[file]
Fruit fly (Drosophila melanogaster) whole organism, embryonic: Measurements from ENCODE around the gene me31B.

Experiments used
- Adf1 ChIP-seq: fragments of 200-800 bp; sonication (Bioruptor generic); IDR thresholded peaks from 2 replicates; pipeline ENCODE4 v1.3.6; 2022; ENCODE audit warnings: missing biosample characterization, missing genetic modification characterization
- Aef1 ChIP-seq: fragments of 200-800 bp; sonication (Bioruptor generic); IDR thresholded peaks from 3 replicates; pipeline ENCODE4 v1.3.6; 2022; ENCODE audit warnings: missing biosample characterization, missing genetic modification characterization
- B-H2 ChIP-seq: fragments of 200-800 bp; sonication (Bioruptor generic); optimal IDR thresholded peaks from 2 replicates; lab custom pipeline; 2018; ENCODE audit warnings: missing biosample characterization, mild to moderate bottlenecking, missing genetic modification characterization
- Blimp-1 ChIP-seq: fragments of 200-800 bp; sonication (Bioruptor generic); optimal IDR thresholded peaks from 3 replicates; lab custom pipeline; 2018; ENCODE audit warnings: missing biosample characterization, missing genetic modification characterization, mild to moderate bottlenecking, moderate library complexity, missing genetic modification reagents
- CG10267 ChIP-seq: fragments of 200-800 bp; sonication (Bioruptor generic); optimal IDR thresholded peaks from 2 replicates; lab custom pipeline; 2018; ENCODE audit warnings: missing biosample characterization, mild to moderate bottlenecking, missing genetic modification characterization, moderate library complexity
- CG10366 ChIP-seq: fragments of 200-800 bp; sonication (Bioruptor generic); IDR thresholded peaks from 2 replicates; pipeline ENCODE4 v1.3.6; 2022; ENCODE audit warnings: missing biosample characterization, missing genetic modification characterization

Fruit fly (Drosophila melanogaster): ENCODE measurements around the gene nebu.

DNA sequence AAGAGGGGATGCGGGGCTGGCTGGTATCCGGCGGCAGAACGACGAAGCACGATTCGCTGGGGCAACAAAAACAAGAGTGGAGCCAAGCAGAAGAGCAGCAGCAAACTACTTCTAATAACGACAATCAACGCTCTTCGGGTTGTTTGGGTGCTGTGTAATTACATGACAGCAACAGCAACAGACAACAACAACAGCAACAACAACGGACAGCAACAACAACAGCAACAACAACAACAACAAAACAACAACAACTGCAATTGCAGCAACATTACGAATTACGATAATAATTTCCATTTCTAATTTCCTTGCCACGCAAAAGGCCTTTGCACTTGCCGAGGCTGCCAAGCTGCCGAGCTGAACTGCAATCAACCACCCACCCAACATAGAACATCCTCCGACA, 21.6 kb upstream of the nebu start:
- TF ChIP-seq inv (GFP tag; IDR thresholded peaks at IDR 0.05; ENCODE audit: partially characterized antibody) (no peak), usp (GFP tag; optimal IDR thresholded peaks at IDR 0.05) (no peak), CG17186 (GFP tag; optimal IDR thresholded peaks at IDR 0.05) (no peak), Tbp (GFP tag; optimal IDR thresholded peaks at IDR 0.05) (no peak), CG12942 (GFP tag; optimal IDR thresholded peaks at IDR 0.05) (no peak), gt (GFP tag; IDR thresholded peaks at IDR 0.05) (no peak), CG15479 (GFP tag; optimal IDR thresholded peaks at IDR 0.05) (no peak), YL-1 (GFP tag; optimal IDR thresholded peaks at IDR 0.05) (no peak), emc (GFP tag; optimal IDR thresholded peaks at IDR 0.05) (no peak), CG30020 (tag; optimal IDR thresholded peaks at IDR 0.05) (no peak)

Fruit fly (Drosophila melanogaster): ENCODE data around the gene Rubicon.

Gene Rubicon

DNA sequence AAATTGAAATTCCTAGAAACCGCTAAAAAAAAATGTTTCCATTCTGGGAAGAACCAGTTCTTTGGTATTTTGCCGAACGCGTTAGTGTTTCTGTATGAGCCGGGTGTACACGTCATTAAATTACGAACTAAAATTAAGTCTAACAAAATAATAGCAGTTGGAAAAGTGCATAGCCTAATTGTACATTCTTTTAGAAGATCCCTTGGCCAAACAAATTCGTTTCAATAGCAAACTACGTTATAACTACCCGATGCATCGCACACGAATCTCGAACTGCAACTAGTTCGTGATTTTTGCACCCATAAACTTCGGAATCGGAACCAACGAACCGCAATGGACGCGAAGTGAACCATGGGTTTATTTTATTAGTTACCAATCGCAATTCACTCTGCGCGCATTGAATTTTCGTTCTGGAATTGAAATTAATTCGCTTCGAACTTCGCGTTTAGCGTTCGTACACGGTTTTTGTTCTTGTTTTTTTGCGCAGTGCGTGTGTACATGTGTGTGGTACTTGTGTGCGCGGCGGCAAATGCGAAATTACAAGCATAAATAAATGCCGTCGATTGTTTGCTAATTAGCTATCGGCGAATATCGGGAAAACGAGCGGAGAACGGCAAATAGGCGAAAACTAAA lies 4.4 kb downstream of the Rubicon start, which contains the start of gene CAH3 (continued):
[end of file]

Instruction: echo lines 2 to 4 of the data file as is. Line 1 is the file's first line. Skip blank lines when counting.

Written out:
Experiments used
- Adf1 ChIP-seq: fragments of 200-800 bp; sonication (Bioruptor generic); IDR thresholded peaks from 2 replicates; pipeline ENCODE4 v1.3.6; 2022; ENCODE audit warnings: missing biosample characterization, missing genetic modification characterization
- Aef1 ChIP-seq: fragments of 200-800 bp; sonication (Bioruptor generic); IDR thresholded peaks from 3 replicates; pipeline ENCODE4 v1.3.6; 2022; ENCODE audit warnings: missing biosample characterization, missing genetic modification characterization